Daishen Nix, the Alaska-grown basketball phenom who became a high school superstar after moving to Las Vegas, made a triumphant return to Anchorage on Thursday.
And for that he can thank a teammate who is also from Anchorage.
Madit Mou, a junior who plays with Nix at Trinity International, poured in 18 points and hit a couple of huge 3-pointers to help the Thunder outlast the Colony Knights 65-58 in the first round of the Alaska Airlines Classic at West High.
Nix is the tournament’s headliner — a five-star senior who is headed to UCLA and was named to the prestigious McDonald’s All-American team earlier Thursday.
He scored a game-high 20 points and flashed his considerable skills when he made three steals off the dribble early in the first quarter. But he got into early foul trouble, drawing his third in the first minute of the second quarter, and sat for the rest of the half and much of the third quarter.
That opened the door for his teammates, Mou in particular.“I was real nervous at first, but something clicked in my head and everything started feeling good,” said Mou, who went to Central Middle School and spent the first semester of his freshman year at West High before joining Nix in Las Vegas.
“I felt real comfortable in the second half," he said. "I looked at my sister in the stands, and I didn’t want to disappoint her.”
Mou, who said he averages about five points a game, had the game of his life. He drained four 3-pointers, many from well behind the arc, to give Trinity a boost while Nix was sitting on the bench.
Fans will get two more chances this week to see Nix and Mou in the tournament, including Friday in a 5:30 p.m. semifinal game against the Dillard Panthers of Fort Lauderdale, Florida.
Dillard pulled away from the East T-birds in the third quarter for a 68-54 victory in the second of four games Thursday. Dimond defeated Barrow in the late game 75-46.
Dimond got 25 points and a lights-out first quarter from senior guard Isaiah Moses, who played with Nix when both were with the Alaska Gold AAU program. Moses knocked down three triples as part of a 14-point effort that carried the Lynx to an early 21-14 lead.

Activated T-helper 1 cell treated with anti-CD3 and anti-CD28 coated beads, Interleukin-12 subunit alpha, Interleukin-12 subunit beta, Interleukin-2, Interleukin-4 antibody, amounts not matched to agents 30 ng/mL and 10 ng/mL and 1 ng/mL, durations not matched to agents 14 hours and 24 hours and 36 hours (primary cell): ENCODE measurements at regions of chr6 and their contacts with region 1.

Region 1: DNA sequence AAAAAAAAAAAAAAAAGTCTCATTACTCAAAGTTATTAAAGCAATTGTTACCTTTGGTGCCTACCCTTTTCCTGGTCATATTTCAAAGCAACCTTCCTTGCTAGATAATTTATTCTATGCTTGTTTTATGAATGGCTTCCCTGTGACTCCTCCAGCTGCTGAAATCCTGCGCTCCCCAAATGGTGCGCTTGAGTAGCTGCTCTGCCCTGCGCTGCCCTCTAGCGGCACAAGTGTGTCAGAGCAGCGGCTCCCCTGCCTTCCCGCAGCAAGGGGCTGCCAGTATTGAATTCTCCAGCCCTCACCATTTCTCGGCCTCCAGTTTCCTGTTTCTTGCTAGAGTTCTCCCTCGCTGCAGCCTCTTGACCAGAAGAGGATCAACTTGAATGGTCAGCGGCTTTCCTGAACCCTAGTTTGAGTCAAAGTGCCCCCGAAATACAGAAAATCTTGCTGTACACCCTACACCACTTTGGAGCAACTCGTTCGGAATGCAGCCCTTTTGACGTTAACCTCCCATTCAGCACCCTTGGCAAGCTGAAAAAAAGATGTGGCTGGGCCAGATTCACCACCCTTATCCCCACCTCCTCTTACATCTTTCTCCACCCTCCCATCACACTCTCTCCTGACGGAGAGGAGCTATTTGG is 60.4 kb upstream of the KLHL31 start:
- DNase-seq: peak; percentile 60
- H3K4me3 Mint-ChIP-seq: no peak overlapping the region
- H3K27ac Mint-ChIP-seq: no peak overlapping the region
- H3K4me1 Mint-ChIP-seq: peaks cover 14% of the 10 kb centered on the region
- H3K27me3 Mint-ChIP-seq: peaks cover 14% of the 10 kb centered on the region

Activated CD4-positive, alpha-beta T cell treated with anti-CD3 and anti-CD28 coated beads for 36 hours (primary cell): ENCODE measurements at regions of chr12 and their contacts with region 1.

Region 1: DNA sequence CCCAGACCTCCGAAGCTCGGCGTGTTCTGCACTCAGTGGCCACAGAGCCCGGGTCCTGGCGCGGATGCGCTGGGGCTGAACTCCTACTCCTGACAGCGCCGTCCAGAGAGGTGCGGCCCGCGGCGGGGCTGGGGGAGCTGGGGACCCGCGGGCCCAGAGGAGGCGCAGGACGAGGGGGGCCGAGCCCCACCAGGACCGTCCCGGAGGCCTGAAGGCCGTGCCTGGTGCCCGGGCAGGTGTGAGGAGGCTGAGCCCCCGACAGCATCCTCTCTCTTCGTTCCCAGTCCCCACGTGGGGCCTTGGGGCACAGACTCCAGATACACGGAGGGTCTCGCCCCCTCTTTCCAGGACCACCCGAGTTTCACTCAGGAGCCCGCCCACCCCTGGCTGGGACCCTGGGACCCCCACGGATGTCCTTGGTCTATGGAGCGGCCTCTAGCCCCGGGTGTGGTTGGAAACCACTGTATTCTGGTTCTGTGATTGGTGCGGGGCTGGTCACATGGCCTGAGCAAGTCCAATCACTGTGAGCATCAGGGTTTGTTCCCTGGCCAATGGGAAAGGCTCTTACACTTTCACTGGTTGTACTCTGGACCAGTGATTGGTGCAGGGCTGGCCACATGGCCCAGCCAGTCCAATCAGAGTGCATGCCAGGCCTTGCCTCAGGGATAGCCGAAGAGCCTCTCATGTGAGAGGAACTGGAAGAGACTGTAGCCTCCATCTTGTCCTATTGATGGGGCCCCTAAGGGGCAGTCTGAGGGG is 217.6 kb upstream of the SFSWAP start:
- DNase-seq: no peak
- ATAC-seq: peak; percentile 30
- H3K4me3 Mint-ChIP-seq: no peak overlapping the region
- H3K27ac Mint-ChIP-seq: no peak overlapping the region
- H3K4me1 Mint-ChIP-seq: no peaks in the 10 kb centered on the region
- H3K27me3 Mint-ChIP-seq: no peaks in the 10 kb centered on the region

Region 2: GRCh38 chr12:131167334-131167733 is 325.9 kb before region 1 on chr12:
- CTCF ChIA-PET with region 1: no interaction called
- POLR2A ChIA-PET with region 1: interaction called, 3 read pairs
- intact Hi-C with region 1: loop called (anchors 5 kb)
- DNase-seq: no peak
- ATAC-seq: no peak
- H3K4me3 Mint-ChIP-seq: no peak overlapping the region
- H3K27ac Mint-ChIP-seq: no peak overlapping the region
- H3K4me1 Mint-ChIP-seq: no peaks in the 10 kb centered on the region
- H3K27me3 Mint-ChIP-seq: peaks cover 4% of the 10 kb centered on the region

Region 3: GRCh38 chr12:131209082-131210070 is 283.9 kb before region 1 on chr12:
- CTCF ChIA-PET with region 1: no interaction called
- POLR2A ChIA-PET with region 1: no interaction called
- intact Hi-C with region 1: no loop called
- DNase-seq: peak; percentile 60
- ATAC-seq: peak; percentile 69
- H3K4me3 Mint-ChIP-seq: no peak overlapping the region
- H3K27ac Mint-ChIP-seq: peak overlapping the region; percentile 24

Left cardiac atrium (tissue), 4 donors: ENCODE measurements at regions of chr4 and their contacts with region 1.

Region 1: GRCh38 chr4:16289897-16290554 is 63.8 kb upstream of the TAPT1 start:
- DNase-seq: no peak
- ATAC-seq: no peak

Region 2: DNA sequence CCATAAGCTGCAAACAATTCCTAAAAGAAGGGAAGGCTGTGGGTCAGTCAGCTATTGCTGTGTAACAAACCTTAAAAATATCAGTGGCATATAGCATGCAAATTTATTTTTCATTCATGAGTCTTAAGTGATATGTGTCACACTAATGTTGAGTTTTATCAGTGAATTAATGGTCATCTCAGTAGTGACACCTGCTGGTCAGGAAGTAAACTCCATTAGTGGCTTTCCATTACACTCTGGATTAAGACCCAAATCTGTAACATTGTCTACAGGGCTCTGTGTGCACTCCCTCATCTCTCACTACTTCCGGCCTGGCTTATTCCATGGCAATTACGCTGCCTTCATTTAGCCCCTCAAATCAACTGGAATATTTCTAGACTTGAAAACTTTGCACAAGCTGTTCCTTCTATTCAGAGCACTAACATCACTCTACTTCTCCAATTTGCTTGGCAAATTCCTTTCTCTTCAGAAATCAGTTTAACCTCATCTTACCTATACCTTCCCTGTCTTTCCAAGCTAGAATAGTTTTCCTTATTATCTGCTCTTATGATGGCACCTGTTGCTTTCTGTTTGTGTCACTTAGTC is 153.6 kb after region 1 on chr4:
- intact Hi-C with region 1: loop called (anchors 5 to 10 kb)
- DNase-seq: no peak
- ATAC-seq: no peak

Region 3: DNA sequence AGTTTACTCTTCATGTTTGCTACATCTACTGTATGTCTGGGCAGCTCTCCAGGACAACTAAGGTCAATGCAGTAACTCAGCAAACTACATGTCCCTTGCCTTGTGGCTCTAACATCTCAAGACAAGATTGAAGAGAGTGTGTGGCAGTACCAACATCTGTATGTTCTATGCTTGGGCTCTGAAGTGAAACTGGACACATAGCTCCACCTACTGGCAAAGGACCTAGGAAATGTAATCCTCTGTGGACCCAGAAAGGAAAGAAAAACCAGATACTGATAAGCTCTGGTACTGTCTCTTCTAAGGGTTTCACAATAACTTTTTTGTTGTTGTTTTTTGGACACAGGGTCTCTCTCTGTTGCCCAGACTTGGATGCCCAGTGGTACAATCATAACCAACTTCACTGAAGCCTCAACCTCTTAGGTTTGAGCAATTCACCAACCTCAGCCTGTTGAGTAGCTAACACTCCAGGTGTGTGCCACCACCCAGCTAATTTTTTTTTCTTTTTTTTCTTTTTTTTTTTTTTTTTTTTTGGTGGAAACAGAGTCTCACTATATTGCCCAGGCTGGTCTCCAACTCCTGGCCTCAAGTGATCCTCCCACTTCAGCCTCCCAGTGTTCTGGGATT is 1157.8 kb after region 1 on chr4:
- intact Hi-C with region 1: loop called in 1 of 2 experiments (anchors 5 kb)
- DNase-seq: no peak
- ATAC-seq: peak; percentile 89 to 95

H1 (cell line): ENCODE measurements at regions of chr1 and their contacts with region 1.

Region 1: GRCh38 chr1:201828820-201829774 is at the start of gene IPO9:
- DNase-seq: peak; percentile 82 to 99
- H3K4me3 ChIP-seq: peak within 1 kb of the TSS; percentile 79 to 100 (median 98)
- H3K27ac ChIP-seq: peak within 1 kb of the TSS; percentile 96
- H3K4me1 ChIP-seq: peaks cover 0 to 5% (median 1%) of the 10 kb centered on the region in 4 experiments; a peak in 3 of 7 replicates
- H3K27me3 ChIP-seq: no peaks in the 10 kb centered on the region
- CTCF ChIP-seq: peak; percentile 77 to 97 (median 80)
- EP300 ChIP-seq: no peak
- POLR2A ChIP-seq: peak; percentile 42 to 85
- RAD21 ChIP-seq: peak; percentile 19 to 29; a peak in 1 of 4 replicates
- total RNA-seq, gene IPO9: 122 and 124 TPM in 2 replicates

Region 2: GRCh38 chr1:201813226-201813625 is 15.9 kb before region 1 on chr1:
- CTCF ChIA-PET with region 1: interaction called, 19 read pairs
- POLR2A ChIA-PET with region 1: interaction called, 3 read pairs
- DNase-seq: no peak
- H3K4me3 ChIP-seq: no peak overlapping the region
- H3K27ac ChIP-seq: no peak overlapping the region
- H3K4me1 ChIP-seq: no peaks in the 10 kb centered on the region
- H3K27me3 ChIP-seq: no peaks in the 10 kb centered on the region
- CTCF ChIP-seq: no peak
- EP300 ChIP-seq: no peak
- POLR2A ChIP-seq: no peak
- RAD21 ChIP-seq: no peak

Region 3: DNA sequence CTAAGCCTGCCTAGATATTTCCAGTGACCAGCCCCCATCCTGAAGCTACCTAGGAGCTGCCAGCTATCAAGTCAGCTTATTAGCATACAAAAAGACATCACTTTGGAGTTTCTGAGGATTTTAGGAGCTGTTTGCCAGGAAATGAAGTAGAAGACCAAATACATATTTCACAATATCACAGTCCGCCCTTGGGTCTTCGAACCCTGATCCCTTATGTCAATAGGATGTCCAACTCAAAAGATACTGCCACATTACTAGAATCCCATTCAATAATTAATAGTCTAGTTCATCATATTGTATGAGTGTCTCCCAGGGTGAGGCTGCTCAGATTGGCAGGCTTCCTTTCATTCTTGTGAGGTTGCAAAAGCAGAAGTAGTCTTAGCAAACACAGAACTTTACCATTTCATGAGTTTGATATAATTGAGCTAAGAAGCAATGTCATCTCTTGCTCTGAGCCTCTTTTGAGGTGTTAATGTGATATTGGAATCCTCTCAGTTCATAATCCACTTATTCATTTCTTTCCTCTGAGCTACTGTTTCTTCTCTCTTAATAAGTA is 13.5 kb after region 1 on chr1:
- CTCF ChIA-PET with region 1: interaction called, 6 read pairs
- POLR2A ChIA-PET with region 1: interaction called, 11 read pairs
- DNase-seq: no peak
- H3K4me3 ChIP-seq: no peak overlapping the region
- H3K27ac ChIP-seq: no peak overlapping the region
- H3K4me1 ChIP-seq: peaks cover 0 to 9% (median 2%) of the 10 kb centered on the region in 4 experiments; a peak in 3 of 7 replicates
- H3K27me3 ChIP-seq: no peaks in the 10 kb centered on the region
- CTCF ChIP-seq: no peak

The Lynx stretched their lead in the second quarter, with Moses adding nine more points and Isaiah Grant scoring eight of his 14 to give their team a 45-22 halftime lead.
In the Trinity-Colony game, the Knights were often the better team. They led 29-25 at the half and were up by one point in the third quarter when Nix came off the bench to ignite the Thunder.
Nix quickly fed Mou with a cross-court pass that led to a 3-pointer and then scored the game’s next six points to put Trinity up 48-41 going into the fourth quarter.
Colony point guard Jeremiah Hersrud, a 5-foot-10 junior, played fearlessly while scoring 13 points to go with six assists and three steals. Patrick McMahon, a 6-6 junior, faced stiff defense inside yet often prevailed and finished with 19 points, seven rebounds and three blocks.
The East-Dillard game showcased a premier player in Jalen Haynes, a 6-9 post who pumped in 34 points for the Panthers, many of them coming on dunks. East countered with 35 points from Hasaan Herrington, a 6-2 guard.
East finished the first half strong and trailed by five at the half, but Dillard outscored the T-birds 12-3 in the opening five minutes of the second half. East struggled against Dillard’s zone defense and had the ball stolen at least three times early in the third quarter.
“We knew the big kid (Haynes) was going to give us trouble but it was the easy baskets we gave up in transition that made the difference,” East coach Chuck Martin said.
The T-birds went through warmups while wearing new T-shirts that honored longtime coach Chuck White, who died last year.
White is the only coach to win Classic titles with two different teams — he coached East to the 1992 championship, and 18 years later he coached West to the 2010 championship.
Martin said none of this year’s T-birds are very familiar with White — or, for that matter, former T-birds great Trajan Langdon, who went on to play for Duke and the Cleveland Cavaliers.
Langdon was Alaska’s first McDonald’s All-American. After him came Carlos Boozer of Juneau and Mario Chalmers of Bartlett, both McDonald’s All-Americans who went on to big things in college and the NBA.
And now there’s Nix, born in Fairbanks, raised in Anchorage, and brimming with talent while playing for Mears Middle School and the Alaska Gold club program.
Though he spent nearly as much time on the bench with foul trouble as he did on the court during his Alaska homecoming, Nix was all smiles after the game as he signed autographs and spoke with old friends and new fans.
“I see familiar faces in the crowd,” he said. “Since the start of the season, I’ve been waiting to come to Alaska.”
An earlier version of this story misspelled Madit Mou’s first name.